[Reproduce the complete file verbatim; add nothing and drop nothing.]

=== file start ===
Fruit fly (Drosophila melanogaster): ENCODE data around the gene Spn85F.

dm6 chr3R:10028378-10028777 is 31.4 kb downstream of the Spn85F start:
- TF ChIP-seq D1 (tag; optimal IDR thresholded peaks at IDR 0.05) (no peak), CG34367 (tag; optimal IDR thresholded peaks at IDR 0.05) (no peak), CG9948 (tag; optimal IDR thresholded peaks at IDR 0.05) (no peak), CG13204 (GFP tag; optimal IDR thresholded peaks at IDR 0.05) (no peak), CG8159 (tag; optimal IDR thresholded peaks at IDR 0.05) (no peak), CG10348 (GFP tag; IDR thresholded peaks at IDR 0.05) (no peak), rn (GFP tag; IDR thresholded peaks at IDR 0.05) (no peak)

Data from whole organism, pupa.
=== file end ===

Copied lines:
Fruit fly (Drosophila melanogaster): ENCODE data around the gene Spn85F.

dm6 chr3R:10028378-10028777 is 31.4 kb downstream of the Spn85F start:
- TF ChIP-seq D1 (tag; optimal IDR thresholded peaks at IDR 0.05) (no peak), CG34367 (tag; optimal IDR thresholded peaks at IDR 0.05) (no peak), CG9948 (tag; optimal IDR thresholded peaks at IDR 0.05) (no peak), CG13204 (GFP tag; optimal IDR thresholded peaks at IDR 0.05) (no peak), CG8159 (tag; optimal IDR thresholded peaks at IDR 0.05) (no peak), CG10348 (GFP tag; IDR thresholded peaks at IDR 0.05) (no peak), rn (GFP tag; IDR thresholded peaks at IDR 0.05) (no peak)

Data from whole organism, pupa.